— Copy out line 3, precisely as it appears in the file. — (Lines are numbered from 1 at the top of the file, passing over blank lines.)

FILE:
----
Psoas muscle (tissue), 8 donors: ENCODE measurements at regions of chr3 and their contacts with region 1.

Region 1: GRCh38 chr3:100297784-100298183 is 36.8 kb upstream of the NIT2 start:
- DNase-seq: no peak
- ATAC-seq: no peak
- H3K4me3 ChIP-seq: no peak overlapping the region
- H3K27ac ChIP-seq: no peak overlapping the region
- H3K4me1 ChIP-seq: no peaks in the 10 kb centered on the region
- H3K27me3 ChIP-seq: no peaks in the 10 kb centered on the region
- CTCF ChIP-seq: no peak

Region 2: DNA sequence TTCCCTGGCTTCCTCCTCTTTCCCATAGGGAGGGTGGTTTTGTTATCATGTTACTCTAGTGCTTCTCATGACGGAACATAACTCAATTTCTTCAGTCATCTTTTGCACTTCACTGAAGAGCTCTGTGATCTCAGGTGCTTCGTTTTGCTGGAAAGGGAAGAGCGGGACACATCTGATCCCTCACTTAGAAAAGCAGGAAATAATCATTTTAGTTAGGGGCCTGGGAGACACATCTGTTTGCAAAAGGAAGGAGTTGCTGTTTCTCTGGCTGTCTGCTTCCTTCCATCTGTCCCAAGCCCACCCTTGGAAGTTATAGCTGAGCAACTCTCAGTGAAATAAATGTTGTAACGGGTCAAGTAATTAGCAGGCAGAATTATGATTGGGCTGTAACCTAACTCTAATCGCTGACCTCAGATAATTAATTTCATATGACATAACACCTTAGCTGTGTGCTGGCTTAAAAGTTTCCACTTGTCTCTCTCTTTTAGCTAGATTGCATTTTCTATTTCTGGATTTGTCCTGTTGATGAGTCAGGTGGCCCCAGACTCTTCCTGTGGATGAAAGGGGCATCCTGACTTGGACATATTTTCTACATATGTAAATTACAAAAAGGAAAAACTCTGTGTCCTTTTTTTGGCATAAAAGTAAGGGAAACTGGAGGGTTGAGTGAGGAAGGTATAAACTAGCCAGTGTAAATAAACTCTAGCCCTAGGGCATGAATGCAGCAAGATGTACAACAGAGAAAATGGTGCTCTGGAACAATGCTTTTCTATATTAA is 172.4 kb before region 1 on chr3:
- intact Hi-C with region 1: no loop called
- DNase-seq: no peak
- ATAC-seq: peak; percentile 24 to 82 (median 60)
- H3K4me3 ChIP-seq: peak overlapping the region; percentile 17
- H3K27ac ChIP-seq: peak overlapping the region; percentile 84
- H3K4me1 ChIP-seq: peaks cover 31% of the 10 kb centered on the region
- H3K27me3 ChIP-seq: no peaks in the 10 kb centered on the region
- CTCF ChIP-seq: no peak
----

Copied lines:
- DNase-seq: no peak